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The Caribbean in Light and Shadows: The Photography of Nadia Huggins

The Caribbean in Light and Shadows: The Photography of Nadia Huggins

Picture of A. J. Samuels
Updated: 17 December 2015
Nadia Huggins is a photographer from St Vincent and the Grenadines, whose photography presents contemporary Caribbean existence with psychological intensity, through her subtle use of light and dark.

A light of stereotype has long illuminated imaginings of the Caribbean. It is a light that has made perceptible, the form and body of a partial truth about a space and its people. This light constitutes a narrow range of visible wavelengths. It emits its rays but it scarcely enlightens us or opens our eyes to the complexities of what might be called ‘Caribbean’. Such insights are not to be found in the light. Instead, enlightenment or an awareness of the breadth and depth of a Caribbean comes from the shadows.

According to Jung, ‘one does not become enlightened by imagining figures of light, but by making the darkness conscious.’ It is this psychology of imagining in the dark that the photographer from St. Vincent and the Grenadines, Nadia Huggins, seems to deploy in her image making practice. Her work invokes that which lies outside the light of popular consciousness. Each piece is an effort to present a Caribbean existence, a being with a heart that throbs powerfully in unlit experiential spaces.

In another sense, Huggins summons a Jungian notion of the shadow by engaging and confronting a suppressed psyche. The shadow is that part of ourselves, which we deny including feelings of anguish, anxiety, terror, uncertainty and desolation. Huggins attends to this idea of the shadow in her creative work, with specific reference to the Caribbean. In her artist statement she shares:

‘my work encompasses and explores the many recesses of life’s darkest experiences. I feel that there are sociological structures within the Caribbean that are receptors of a lot of uncharted emotions. This I think is a culminated result of years of suppression and repression by its people.’

Huggins therefore refers to a Caribbean that can be found pulsating in spaces of personal psychic disavowal.

Her photograph Black Hole presents us with the top of a man’s head. His curly mass of hair is a gravity field or black region, which absorbs all of the light. It appears as a dark aperture, open to expose its never-ending depth. This open head lays bare the possibility of seeing repressed states, in other words, the shadow within. Through her composition, Huggins brings us so close to this hole that we, as viewers, become matter that quickly succumb to its attractive force and we are pulled in. By entering this subject’s head we not only ask what is it that he is not acknowledging but we are also compelled to interrogate ourselves, questioning our own condition of denial.

Similarly, in one of her Untitled photographs, we see the dark back of a man. The back signifies that part or side that is less often seen. Yet, Huggins focuses her lens and puts “the back” directly in front of us. In doing so, we become obligated to consider what we put behind us or to face that which we choose to forget or ignore. In a space like the Caribbean, with a traumatic past that still feeds into the present, checking our backs is a critical practice of looking in order to move forward.

In A Final Word on Goodbyes, a shadowy figure is perceptible at what seems to be a door or window. Huggins allows us to ponder lingering presences, that is, what remains invisible in our quotidian routines – sadness, unrest and confusion – yet all that is palpable in the dark recesses of our experiences. She offers us a look at our unfinished business, which in this striking photograph, is an ever-unfolding drama. Goodbyes here are not resolved. They are not final.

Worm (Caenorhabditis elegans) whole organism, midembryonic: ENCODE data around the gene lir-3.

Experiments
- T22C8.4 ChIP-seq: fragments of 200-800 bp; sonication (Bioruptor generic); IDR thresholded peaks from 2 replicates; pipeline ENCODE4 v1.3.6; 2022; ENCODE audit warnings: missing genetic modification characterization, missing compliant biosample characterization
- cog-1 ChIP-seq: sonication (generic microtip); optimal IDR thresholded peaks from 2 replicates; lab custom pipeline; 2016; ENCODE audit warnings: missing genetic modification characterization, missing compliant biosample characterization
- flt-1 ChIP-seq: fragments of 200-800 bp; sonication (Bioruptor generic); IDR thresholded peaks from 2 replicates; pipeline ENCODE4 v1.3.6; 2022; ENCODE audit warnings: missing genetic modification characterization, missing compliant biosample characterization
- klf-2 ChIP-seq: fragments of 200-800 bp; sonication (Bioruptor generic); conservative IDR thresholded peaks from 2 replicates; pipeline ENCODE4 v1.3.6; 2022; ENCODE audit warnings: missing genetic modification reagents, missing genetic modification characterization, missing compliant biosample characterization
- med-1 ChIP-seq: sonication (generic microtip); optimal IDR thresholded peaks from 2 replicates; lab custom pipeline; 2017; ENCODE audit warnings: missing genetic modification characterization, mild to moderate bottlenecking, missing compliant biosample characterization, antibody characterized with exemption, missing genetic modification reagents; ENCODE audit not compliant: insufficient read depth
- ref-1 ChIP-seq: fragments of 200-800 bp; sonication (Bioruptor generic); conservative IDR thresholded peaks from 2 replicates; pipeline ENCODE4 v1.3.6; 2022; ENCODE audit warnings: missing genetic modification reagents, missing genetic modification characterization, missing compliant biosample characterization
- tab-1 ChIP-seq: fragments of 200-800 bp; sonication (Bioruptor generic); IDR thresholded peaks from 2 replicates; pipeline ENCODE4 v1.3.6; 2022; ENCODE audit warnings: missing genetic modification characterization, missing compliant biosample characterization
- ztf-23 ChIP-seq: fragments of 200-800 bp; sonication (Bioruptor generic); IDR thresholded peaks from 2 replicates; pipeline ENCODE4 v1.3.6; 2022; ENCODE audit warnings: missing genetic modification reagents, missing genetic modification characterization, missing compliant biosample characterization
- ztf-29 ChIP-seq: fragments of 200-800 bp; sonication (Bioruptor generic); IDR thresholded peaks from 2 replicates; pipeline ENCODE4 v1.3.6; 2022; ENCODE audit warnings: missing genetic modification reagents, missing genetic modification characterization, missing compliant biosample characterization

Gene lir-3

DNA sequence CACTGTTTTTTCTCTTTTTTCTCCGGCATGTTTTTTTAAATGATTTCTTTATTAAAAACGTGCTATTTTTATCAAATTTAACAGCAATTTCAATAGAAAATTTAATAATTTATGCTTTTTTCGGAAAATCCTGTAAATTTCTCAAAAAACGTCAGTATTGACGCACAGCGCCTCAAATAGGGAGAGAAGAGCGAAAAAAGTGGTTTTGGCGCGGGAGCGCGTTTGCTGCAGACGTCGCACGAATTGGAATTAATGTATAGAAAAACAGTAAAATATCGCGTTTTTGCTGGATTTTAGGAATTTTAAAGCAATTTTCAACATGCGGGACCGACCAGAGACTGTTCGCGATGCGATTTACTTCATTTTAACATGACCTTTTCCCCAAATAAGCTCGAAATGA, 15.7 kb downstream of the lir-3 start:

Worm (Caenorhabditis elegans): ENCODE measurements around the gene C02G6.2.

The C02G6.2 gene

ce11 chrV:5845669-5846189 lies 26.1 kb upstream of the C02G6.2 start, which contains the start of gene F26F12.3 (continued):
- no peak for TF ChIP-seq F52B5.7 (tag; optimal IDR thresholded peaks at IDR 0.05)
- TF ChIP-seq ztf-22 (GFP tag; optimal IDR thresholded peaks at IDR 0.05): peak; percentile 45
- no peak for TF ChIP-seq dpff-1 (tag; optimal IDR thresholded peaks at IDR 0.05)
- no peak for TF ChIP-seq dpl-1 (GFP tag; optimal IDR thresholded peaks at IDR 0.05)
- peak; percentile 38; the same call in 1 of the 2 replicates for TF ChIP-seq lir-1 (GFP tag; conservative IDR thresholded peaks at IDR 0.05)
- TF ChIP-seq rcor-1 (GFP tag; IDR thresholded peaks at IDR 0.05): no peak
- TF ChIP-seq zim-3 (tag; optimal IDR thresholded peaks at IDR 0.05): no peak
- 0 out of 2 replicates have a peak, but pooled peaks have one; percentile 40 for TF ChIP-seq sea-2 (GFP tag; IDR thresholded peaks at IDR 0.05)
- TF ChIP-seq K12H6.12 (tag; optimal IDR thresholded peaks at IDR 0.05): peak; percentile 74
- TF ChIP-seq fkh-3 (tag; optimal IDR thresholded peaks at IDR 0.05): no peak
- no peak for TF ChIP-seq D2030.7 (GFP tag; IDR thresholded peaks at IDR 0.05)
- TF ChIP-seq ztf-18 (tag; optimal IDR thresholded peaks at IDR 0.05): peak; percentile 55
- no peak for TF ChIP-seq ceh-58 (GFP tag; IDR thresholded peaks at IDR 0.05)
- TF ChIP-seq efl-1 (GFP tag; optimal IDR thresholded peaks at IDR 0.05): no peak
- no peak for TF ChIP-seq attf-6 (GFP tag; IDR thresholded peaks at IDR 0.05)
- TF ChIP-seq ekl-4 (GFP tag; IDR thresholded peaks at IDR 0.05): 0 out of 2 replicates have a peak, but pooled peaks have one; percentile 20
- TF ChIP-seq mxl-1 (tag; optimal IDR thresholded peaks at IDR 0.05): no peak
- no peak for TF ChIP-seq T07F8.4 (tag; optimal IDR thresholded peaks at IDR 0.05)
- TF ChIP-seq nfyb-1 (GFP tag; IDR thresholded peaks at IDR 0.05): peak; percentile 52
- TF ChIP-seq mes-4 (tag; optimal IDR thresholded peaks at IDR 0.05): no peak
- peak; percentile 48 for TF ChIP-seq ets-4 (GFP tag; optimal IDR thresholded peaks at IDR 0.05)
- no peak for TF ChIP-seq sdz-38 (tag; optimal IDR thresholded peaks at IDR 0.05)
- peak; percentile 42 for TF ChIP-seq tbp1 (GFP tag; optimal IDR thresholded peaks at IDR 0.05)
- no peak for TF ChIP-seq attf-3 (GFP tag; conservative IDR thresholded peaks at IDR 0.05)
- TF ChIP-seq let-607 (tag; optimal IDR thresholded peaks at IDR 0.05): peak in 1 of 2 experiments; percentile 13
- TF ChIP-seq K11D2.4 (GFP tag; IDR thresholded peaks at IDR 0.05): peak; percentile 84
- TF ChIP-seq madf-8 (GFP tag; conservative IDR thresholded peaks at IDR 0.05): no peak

Huggins does not abandon light entirely. Her photographs are constructed with high contrast. Through her practice of post processing, she deliberately manipulates tints and tones so that she juxtaposes areas of extreme dark with patches of intense light. The effect is a tendency toward chiaroscuro where light and dark – seeming polar opposites – are brought together to model or fashion a complex, richly layered picture in which pain and optimism can both reside.

In Passenger, a dark journey is interrupted by a luminous point in the distance; a flash of yellow light; a shining star. In another photograph, a gutted and deserted building appears with a scorched cross against a sky that resonates simultaneously and paradoxically with menace and reassurance. It is an image in which the light is not utilised in the convention of paradisiacal scenes of a Caribbean idyll where the light permeates and dominates. Instead, the light in Huggins’ work is to be understood as that which is, in many instances, repressed – as that which is located in the shadow. That light is hope. Says Huggins:

‘I strive to expose glimpses of hope beneath the darkness; I feel it will always be present regardless of the melancholy and loss’

The work of Nadia Huggins offers no romantic solutions for Caribbean people but her practice is an unearthing process that facilitates a necessary scrutiny of self and a close examination of island and diasporic space. Huggins engages in vital archaeological work in her photographic explorations of the Caribbean. As the artist herself declares: I excavate the marrow of what is embedded deeply beneath the surface of the region and its people.’

by Marsha Pearce


This article is republished courtesy of ARC. ARC’s mission is to build awareness by fostering exchanges and opportunities that expand creative culture, within the visual arts industry across the wider Caribbean and its diasporas.

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